A couple Saturday’s ago, I had the incredible opportunity to join friends from the Christlife Community in going to Columbia Mall and offering people prayer for whatever needs or intentions they may have from 1-4pm. I was really nervous and completely out of my comfort zone. Many times I kept thinking of reasons and excuses to wrap up early. I had only done this once before. Maybe I should ease into it? Maybe this was not the kind of work God would call me to do because He knows I am an anxious person. However, I was encouraged by the calm determination of my brothers and sisters and of course through much help and grace from our Lord and Mary, our Mother, from whom I was constantly asking for help if I could not be excused. There were a few people who did not want to receive prayer, most politely declining. However, there were many more who were actually open to receiving prayer than I expected. The most memorable people who accepted prayer to me was an elderly woman and a German female pastor who currently ran a small parish seated diagonally across from each other at a table outside of some shops. Neither woman had known the other previously, but offering to pray for both of them led to conversation amongst all of us. The elderly woman had prayed for her daughter who really did not belong to any particular faith. She hoped she would go to church, especially for Christmas. The German pastor was able to inform her about an Advent ceremony going on at her little parish . Here two strangers who just met each other may have been laying the beginning foundation for what could be a journey home for the elderly woman’s daughter. It was a blessing for us to also have the pastor pray for us and for our mission at the mall that day. It was a great feeling to have someone return prayer for us. With each person who accepted prayer more and more I realized in a more concrete sense and not just ideologically why what we were doing was so important. We were reaching out to real people with real problems from all different facets of life, and yet with the same ultimate call as us–to be saints. It is true that some people may have thought us to be radicals, not quite right in the head, or stereotypical bold youths impassioned by a cause or idea, but those fears on how our actions would be perceived didn’t matter as much as I saw God making use of even these little actions, these simple prayers for strangers. There is a lot left unknown about the impact those somewhat brief encounters may have had on the individuals who were part of them, but the encouragement of knowing just the opportunity to turn to the Lord even briefly for a prayer was offered to someone, whether or not they pray already, was worth all the stress and anxiety. This mission and opportunity to reach out and pray with others was also a huge blessing to me too. It showed me more clearly where my faith and trust in God’s providence was lacking. At the same time God may be using us to help draw other hearts closer to Him, He was also drawing our own. I am sure I will be nervous again next time the opportunity comes up for mall evangelization, but I am praying already for the courage to go out and do it again. :)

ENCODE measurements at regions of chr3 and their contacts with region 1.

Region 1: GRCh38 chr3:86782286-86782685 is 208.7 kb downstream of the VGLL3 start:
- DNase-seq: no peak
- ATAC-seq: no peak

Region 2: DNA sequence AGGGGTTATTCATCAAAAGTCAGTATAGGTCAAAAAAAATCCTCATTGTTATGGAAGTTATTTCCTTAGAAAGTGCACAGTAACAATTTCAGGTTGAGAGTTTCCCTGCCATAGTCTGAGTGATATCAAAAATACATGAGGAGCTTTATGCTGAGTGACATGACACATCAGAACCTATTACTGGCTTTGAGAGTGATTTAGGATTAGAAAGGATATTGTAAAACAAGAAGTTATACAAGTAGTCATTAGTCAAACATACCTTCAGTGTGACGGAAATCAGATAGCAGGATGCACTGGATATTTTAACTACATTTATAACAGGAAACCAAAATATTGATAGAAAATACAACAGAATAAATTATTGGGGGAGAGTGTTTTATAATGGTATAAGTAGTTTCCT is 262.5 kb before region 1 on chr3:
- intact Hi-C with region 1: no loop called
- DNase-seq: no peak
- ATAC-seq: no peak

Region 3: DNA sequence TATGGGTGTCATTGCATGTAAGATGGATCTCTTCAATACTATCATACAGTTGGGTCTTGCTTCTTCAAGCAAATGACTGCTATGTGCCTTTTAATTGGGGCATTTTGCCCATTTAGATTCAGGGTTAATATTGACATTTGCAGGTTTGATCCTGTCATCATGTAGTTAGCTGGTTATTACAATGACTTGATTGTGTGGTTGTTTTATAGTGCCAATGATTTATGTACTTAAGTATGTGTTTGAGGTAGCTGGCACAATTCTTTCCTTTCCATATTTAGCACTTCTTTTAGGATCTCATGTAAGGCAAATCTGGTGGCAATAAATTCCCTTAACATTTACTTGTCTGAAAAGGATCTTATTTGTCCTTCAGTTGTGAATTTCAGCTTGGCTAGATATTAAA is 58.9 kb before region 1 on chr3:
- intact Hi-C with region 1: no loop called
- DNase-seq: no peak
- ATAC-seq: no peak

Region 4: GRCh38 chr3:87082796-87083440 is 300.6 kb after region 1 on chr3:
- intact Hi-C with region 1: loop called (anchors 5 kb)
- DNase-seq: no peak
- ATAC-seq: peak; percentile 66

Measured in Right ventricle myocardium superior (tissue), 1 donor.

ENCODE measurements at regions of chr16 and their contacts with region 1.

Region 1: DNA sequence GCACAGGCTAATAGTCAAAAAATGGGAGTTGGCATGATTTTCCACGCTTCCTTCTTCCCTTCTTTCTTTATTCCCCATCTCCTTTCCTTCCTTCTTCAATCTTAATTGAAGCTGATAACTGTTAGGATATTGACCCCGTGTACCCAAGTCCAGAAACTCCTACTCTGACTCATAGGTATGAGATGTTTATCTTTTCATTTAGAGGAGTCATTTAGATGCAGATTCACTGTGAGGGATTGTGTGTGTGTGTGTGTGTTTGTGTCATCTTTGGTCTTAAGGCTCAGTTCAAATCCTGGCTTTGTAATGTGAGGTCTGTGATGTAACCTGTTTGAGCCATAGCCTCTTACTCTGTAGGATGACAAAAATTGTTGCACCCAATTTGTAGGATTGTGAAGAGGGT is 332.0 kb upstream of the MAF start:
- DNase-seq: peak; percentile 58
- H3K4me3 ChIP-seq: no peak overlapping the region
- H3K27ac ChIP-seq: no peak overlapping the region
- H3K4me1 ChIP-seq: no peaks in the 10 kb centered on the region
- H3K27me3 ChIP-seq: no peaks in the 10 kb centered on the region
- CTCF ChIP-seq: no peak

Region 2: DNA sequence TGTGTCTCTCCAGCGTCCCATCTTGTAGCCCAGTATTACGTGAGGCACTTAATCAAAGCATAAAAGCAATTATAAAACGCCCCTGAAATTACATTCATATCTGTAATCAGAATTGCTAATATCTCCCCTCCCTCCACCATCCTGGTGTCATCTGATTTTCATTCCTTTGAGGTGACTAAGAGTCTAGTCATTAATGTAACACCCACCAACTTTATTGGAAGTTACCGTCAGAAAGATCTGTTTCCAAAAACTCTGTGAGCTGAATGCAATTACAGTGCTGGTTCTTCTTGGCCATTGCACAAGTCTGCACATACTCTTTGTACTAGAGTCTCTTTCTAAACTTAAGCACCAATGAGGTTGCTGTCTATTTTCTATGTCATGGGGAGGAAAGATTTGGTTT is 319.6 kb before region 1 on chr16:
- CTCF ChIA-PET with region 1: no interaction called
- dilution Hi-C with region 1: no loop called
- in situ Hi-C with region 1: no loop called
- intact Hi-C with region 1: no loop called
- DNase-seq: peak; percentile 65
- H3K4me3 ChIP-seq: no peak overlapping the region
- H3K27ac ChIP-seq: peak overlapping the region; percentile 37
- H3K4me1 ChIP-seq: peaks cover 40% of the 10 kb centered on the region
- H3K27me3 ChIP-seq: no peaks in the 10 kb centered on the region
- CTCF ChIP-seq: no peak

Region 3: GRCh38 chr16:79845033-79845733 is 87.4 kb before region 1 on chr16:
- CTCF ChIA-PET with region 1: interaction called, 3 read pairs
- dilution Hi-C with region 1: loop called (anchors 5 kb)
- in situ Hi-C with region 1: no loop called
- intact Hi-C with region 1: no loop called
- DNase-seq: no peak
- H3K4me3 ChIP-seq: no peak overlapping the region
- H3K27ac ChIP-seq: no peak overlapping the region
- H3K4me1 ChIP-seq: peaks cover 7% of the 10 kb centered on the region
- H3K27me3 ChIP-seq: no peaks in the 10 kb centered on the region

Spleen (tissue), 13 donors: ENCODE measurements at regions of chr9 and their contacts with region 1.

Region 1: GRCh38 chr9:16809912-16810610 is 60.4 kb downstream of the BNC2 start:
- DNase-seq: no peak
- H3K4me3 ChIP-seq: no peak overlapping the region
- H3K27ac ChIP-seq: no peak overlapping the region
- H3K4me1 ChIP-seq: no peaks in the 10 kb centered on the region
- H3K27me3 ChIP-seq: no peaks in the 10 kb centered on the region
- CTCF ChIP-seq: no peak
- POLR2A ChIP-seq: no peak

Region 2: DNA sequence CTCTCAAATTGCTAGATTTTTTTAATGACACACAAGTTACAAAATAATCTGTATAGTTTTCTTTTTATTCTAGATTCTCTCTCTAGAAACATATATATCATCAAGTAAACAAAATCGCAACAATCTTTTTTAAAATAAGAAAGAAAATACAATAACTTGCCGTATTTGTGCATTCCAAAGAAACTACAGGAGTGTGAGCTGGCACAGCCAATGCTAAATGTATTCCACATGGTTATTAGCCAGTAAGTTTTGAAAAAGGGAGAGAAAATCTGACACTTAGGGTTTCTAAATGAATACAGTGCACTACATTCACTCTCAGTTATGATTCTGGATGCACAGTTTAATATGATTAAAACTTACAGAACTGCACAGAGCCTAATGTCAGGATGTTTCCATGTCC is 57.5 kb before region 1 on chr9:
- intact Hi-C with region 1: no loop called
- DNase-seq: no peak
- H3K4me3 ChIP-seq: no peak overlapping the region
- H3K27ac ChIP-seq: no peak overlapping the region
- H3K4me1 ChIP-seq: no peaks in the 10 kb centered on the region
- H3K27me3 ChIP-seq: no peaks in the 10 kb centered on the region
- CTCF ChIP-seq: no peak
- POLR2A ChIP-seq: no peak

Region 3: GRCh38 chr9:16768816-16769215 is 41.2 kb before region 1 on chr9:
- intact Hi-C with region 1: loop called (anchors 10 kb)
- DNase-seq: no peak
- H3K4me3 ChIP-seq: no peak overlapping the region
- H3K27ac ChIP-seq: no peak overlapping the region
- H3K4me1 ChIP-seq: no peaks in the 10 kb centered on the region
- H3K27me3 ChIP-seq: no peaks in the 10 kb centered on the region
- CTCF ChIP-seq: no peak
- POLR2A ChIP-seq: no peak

A couple weeks ago, I had the opportunity of stepping out of my comfort zone by going mall evangelizing with many people from ChristLife. While walking around Columbia Mall, Mo and I had the privilege of praying over and for several people. I was pleasantly surprised and encouraged to see the receptiveness of most people even if they didn’t want to pray with us. My favorite experience was with a girl probably around 16 who was shopping with her parents and her sister. When we asked if anyone wanted prayer for anything, her whole family politely declined except her. She smiled and said, “Sure! I love prayer!” She then asked for prayers for clarity. We asked if we could pray with her, but she told us she trusted that we would pray on our own time. About a half an hour after meeting her, Mo and I were on the other side of the mall praying for someone’s intention when the girl came up behind us and put her arms around both of us at the same time. With a huge grin on her face, she thanked us for what we were doing. Her genuine joy and gratitude for our prayers was incredible and contagious. While I had already been glad I came, it just made the whole experience even better. The Holy Spirit was definitely working in my heart and the hearts of the people we met. God is so good!